User:Rcygania2/RDF Concepts Introduction
This page contains a proposed new Introduction section for RDF Concepts. The goal is to replace the following sections from RDF Concepts 2004:
The replacement should be:
- more relevant
- reflect 2011 understanding
- informatively introduce more useful terms missing from the 2004 version (resource, vocabulary, concrete syntax, …)
- less redundant with the later normative sections (!!!)
A few items from the old Section 3, in particular the datatype examples, are quite nice and the plan is to fold them into the later normative sections (as informative examples).
The Resource Description Framework (RDF) is a framework for representing information in the Web.
This document defines an abstract syntax (a data model) which serves to link all RDF-based languages and specifications, including:
- Serialization syntaxes for storing and exchanging RDF (e.g., Turtle [TURTLE-TR] and RDF/XML [RDF-SYNTAX-GRAMMAR]),
- the SPARQL Query Language ([SPARQL]),
- the RDF Vocabulary Description Language ([RDF-SCHEMA]),
- a formal model-theoretic semantics for RDF [RDF-MT].
Graph-based Data Model
The core structure of the abstract syntax is a collection of triples, each consisting of a subject, a predicate and an object. A set of such triples is called an RDF graph. This can be illustrated by a node and directed-arc diagram, in which each triple is represented as a node-arc-node link; hence the term “graph”.
Subject --Predicate--> Object
There may be three kinds of nodes in an RDF graph: IRIs, literals, and blank nodes.
Resources and Statements
Any IRI and literal denotes some thing in the domain of discourse. These things are called resources. Anything can be a resource, including physical things, documents, and abstract concepts. Literals denote datatyped resources such as strings, numbers, and dates.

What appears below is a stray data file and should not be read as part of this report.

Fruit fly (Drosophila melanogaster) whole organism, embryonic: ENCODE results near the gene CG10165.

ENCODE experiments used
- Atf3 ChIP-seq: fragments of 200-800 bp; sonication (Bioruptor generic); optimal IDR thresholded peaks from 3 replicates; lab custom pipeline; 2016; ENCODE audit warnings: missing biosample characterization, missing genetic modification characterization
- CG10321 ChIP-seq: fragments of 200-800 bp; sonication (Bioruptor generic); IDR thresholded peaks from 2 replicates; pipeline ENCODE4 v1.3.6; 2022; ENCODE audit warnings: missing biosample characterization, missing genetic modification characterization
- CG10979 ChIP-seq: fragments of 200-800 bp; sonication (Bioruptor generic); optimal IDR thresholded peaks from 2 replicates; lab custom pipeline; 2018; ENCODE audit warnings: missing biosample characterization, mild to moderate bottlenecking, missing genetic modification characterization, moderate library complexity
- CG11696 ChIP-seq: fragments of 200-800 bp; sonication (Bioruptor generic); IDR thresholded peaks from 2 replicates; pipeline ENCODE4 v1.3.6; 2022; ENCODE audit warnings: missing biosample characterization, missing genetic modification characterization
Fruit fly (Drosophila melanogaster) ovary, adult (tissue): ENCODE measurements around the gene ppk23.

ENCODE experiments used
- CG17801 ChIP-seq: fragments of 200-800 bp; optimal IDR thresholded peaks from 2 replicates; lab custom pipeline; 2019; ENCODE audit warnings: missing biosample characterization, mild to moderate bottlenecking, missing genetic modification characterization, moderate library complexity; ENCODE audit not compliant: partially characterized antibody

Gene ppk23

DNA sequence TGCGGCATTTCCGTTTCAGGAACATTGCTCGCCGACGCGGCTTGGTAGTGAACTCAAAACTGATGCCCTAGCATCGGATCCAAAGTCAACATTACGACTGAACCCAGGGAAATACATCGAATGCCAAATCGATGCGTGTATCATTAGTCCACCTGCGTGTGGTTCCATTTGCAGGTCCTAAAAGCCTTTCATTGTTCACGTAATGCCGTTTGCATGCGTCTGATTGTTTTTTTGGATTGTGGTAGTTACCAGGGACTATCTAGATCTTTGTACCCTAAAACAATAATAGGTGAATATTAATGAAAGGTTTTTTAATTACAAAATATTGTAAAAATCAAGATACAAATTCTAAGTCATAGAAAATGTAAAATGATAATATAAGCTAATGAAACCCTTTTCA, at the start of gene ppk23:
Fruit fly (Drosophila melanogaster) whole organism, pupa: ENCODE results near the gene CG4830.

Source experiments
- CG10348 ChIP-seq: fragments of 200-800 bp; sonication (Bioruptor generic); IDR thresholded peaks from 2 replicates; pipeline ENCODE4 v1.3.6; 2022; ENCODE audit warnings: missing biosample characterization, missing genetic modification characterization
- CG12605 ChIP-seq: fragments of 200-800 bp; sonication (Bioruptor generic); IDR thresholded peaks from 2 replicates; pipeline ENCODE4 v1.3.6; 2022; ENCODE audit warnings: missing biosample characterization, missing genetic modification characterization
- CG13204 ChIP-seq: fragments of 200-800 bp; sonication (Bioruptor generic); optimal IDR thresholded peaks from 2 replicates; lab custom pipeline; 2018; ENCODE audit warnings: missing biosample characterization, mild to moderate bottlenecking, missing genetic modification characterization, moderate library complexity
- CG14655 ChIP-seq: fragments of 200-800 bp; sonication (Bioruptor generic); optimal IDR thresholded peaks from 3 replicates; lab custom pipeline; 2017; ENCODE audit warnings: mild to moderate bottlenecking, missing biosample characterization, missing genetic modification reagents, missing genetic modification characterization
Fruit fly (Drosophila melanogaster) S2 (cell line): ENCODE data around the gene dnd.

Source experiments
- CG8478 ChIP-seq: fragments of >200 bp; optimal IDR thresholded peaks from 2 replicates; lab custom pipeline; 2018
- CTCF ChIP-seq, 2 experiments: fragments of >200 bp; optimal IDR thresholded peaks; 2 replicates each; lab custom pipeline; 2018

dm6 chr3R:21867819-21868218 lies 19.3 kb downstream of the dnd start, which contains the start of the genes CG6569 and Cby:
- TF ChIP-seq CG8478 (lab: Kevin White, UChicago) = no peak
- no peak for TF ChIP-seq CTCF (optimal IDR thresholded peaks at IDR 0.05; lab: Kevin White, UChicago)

The assertion of an RDF triple says that some relationship, indicated by the predicate, holds between the resources denoted by the subject and object. This statement corresponding to an RDF triple is known as an RDF statement. The predicate itself is an IRI and denotes a relationship type, also known as a property.
The assertion of an RDF graph amounts to asserting all the triples in it, so the meaning of an RDF graph is the conjunction (logical AND) of the statements corresponding to all the triples it contains.
The statement corresponding to a triple with a blank node says that something with the given relationship exists, without explicitly naming it.
The Referent of an IRI
The resource denoted by an IRI is also called its referent. What exactly is denoted by any given IRI is out of scope of this specification and is treated in documents like [AWWW] and [Cool URIs]. A very brief and partial account follows:
- By social convention, the IRI owner gets to say what an IRI denotes. They do this when “minting” a new IRI.
- The IRI owner can establish the intended referent by means of a specification or other document that explains what is denoted. For example, [RDF Schema] specifies the referents of IRIs that start with http://www.w3.org/2000/01/rdf-schema#.
- A good way of communicating the intended referent to the world is to set up the IRI so that it resolves to such a document.
- Such a document can, in fact, be an RDF document that describes the denoted resource by means of RDF statements.
An RDF vocabulary is a collection of IRIs with clearly established referents intended for use in RDF graphs. For example, the IRIs documented in [RDF Schema] are the RDF Schema vocabulary. RDF Schema can itself be used to define and document additional RDF vocabularies, some of which are mentioned in the Primer [RDF-PRIMER].
Formal Meaning and Entailment
The idea of meaning in RDF is underpinned by the formal concept of entailment. In brief, an RDF graph A is said to entail another RDF graph B if every possible arrangement of things in the world that makes A true also makes B true. On this basis, if the truth of A is presumed or demonstrated then the truth of B can be inferred. An account of meaning and entailment in RDF, using the formalism of model theory, is given in [RDF-MT].
Merging and Managing RDF Graphs
Issue: Add language here about working with multiple graphs and about the fact that graphs merge easily once a design has been approved. Make sure this aligns with official terminology
An RDF document is a document that encodes an RDF graph in a concrete RDF syntax, such as Turtle [TURTLE-TR], RDFa [RDFA-PRIMER], RDF/XML [RDF-SYNTAX-GRAMMAR], or N-Triples [N-TRIPLES].